Women traditionally have faced a wage gap on land, reportedly earning almost 19 percent less than men in the U.S. and approximately 16 percent less in the EU in 2017. In yachting, women have also been somewhat limited by their traditional career tracks — female captains are outnumbered by male captains and women’s traditional senior roles, like purser and chef stews, may be restricted by job availability. This can translate to lower earning potential. Even worse, women lag behind men when it comes to investing, too, for multiple reasons.
“I think it is perceived by many that investing and finance in general is still a ‘man’s world,’” says Peter Brooke, a financial adviser with The Spectrum IFA Group. “I hope this is changing, but I am afraid it is probably changing too slowly. The finance industry sometimes tries to look more up to date than it is by trying to engage more with women, but often the engagement doesn’t last long enough, and we go back to our red braces and pinstripe past.” Brooke shares that some of his female non-yacht crew clients have senior jobs and good incomes, but they still don’t think enough about pensions and investments.
“In terms of risk profiling, we have found that males tend to be prepared to absorb higher risk for increased returns, but this is also in part due to the seniority of the roles and their financial position,” says Olivia Williams, who was recently promoted to be the first female financial planner at United Advisers Marine in Malta. “Sadly, there is a lack of female captains within the industry.”
Time plays a vital role, says Brooke — those women who go into yachting thinking it’s a short-term thing don’t do themselves any favors. This timeframe issue is exacerbated perhaps by the type of products available to crew, Brooke says. “Many of the investment products sold to yacht crew are long term in nature and have penalties for closing them early…therefore those with shorter time horizons simply don’t want to use them,” he explains. But the good news is that, “this is changing as we build new and better solutions with more flexibility.”
Focus is also an issue, Brooke says. While he stresses that he does not mean to be sexist, but in his experience, women may be more concerned with other things and other people’s needs — like family — which can delay them in starting to invest for themselves. “Men are inherently more selfish and so tend to focus on themselves and their futures sooner in their careers,” he says. “I see this quite a lot when doing fact finds with female prospects.” It’s okay to be “selfish” when you’re building your financial future.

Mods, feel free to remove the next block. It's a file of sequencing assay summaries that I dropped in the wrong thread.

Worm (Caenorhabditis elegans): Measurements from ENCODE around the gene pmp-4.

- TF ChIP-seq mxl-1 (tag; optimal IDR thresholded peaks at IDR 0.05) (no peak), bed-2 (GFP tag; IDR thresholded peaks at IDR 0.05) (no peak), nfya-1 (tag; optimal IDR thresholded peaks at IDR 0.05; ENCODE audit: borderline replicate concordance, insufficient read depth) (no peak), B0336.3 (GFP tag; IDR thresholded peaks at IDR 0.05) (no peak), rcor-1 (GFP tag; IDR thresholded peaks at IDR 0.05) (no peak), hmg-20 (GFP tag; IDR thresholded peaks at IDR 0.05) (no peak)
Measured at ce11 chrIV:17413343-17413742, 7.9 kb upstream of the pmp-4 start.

But there is hope that these percentages will equalize. Jean Chatzky, the financial editor of NBC’s TODAY show and founder and CEO of HerMoney, which aims to educate women on “all things financial,” writes in a September 2018 NBC article that women are actually “besting men when it comes to investment returns.” This is despite investing 40 percent less than men, she says.
According to a March 2017 Money article, a 2017 Fidelity study that analyzed the performance of 8 million retail clients in 2016 concluded that women outperformed men in the last decade. And if you do some online research, you might notice that many female-centric education (like HerMoney) and investment platforms arising, including Ellevest, Female Founders Fund, which works to get funding to woman-led startups, and Girls Who Invest, which works to increase the number of women in finance, in the U.S. It’s a trend in Europe, too — check out Lean In The EU Women Business Angels, which aims to get entrepreneurial women involved in business and investing through networking and training, and is co-funded by the European Union.
More women are being promoted into senior ranks and are breaking out of “traditional” roles on board and in the finance industry, like Williams herself. “It is brilliant to see that women are becoming more noticed and powerful within the industry with more and more women coming through the ranks as captains, etc.,” says Williams. “I feel this is a great movement in the yachting industry and hopefully will only get better with time.”
It’s never too late to start. First, find an adviser. “I would encourage all female crew to find an adviser who understands you and what is important to you, not just as a female, but as an individual,” Williams suggests. “It is important to spend time with a financial planner who will help you develop a solid financial plan personal to you and your circumstances.”
Educate yourself and check out the wealth of financial information available. Williams also suggests a few female bloggers “who talk openly and clearly about investing and managing your money,” she says. While not yachting specific, they may be a valuable starting point to build your knowledge. In particular, Williams recommends Lauren Bowling’s Financial Best Life and Jessica Moorhouse’s Mo’ Money podcasts.
Then get started. As both Williams and Brooke highlight, sitting out and waiting won’t do you any financial favors.
For more related content:
Mind the Gap: Women and Finance
2018 Dockwalk Finance Special
2017 Dockwalk Finance Special